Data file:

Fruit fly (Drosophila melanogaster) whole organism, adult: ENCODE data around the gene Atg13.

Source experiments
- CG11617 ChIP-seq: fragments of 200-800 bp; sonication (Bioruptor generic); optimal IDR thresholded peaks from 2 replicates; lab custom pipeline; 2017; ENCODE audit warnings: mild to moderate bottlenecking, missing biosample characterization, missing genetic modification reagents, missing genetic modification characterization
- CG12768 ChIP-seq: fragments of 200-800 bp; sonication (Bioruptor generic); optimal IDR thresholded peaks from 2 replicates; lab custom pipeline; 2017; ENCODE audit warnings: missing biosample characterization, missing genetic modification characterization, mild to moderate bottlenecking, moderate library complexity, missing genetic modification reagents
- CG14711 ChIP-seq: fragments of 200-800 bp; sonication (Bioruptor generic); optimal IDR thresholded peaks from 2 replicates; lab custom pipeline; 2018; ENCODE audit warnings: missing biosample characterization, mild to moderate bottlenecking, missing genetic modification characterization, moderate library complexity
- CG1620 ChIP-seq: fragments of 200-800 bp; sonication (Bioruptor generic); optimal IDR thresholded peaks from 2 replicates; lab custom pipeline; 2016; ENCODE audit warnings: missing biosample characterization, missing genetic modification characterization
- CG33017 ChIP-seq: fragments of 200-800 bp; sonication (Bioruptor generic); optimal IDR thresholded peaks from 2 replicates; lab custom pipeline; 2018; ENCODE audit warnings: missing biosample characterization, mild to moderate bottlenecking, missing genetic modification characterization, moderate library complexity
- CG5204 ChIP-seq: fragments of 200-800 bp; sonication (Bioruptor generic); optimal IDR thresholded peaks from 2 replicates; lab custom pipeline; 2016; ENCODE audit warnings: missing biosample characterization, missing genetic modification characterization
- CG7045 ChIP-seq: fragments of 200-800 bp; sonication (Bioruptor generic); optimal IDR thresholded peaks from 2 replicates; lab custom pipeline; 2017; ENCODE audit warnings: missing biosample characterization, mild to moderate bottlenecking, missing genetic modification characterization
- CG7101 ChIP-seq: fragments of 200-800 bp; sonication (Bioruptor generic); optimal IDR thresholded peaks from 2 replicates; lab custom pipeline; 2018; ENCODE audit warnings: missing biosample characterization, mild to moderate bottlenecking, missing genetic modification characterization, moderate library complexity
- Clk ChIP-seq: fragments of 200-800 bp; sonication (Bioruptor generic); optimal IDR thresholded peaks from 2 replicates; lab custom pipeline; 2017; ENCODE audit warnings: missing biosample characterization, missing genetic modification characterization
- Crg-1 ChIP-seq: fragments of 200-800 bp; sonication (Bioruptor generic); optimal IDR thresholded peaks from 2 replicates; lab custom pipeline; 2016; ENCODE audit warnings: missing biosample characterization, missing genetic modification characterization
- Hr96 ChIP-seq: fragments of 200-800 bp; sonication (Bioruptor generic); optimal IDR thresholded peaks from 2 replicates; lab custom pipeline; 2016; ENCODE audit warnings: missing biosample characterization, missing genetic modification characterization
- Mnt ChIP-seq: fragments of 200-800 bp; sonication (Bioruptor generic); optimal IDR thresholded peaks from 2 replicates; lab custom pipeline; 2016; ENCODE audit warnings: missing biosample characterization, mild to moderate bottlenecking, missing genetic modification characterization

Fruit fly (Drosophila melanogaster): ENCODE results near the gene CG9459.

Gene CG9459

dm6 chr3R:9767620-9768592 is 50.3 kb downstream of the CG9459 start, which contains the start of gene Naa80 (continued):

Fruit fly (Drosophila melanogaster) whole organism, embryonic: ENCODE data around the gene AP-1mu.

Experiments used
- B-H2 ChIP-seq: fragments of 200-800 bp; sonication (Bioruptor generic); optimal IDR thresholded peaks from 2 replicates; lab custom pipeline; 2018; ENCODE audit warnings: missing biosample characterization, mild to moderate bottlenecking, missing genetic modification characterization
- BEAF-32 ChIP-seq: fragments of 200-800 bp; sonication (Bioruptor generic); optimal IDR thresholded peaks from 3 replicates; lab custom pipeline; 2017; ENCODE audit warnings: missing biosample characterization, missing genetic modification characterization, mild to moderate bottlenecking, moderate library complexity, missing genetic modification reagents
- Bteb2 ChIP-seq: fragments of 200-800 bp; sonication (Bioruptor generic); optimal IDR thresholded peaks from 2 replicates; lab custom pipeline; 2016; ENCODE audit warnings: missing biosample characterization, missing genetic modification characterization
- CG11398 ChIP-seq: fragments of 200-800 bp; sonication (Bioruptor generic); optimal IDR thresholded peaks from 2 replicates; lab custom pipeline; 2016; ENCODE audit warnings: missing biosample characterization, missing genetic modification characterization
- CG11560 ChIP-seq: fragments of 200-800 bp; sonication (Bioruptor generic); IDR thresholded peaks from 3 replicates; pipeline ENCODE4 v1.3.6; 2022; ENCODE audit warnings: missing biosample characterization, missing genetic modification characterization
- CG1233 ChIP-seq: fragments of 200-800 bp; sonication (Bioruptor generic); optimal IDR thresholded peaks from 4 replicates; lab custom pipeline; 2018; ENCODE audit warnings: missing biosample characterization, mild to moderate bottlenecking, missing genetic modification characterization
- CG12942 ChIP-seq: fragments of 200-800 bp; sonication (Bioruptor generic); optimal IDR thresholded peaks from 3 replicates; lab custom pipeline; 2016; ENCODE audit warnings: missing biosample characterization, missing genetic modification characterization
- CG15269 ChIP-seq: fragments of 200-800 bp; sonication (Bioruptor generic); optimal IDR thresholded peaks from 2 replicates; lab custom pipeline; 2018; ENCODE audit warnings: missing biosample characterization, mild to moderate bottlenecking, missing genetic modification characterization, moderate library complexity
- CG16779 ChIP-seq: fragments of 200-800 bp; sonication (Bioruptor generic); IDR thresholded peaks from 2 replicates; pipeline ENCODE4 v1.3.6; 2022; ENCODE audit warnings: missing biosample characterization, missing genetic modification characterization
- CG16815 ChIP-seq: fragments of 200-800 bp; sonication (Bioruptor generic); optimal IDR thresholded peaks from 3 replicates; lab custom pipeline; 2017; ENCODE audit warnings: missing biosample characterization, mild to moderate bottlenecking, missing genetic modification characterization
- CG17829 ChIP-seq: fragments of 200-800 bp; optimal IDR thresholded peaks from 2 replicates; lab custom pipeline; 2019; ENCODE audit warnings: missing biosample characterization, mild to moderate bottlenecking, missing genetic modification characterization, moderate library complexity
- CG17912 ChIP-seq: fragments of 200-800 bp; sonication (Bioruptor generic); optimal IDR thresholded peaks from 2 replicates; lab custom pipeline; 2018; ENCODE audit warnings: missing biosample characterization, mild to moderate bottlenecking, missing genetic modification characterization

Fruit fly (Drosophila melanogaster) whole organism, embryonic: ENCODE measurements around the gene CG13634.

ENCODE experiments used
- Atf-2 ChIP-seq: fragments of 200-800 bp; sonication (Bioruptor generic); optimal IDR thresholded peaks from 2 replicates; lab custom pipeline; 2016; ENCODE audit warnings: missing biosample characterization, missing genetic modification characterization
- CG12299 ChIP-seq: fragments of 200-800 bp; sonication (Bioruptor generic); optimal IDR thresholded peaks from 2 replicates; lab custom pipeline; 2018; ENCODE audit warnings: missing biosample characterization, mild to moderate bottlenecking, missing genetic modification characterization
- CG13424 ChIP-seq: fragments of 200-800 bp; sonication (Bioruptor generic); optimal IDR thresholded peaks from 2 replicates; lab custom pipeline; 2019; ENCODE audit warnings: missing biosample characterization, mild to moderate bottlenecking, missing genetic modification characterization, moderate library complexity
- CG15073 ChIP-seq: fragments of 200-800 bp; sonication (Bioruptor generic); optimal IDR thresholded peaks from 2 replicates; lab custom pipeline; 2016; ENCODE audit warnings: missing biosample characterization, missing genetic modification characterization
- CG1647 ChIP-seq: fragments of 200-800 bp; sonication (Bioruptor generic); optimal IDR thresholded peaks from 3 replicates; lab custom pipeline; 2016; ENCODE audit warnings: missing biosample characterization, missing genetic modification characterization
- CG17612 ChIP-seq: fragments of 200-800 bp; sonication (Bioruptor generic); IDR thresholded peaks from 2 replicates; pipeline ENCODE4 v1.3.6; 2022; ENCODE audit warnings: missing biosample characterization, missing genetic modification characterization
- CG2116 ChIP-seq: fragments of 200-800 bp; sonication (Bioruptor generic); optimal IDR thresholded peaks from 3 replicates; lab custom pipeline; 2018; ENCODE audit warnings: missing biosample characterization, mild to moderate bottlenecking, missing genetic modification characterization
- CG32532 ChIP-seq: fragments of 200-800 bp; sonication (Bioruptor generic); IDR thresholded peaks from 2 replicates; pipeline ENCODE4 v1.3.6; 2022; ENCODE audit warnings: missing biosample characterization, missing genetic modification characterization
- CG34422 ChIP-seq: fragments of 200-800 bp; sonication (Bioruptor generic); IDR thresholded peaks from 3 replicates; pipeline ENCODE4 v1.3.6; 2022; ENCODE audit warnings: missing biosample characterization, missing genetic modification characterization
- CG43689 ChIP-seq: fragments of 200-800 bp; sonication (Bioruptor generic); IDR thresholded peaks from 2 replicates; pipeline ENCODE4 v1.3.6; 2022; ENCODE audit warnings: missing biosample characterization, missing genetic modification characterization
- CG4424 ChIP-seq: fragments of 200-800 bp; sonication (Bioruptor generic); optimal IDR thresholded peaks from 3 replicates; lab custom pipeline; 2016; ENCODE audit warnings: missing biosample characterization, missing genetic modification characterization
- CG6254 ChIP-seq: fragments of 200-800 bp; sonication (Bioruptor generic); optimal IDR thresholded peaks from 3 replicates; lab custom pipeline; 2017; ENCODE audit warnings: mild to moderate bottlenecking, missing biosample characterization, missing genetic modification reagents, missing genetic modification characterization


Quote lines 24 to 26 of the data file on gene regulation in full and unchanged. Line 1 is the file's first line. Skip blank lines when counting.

- CG11560 ChIP-seq: fragments of 200-800 bp; sonication (Bioruptor generic); IDR thresholded peaks from 3 replicates; pipeline ENCODE4 v1.3.6; 2022; ENCODE audit warnings: missing biosample characterization, missing genetic modification characterization
- CG1233 ChIP-seq: fragments of 200-800 bp; sonication (Bioruptor generic); optimal IDR thresholded peaks from 4 replicates; lab custom pipeline; 2018; ENCODE audit warnings: missing biosample characterization, mild to moderate bottlenecking, missing genetic modification characterization
- CG12942 ChIP-seq: fragments of 200-800 bp; sonication (Bioruptor generic); optimal IDR thresholded peaks from 3 replicates; lab custom pipeline; 2016; ENCODE audit warnings: missing biosample characterization, missing genetic modification characterization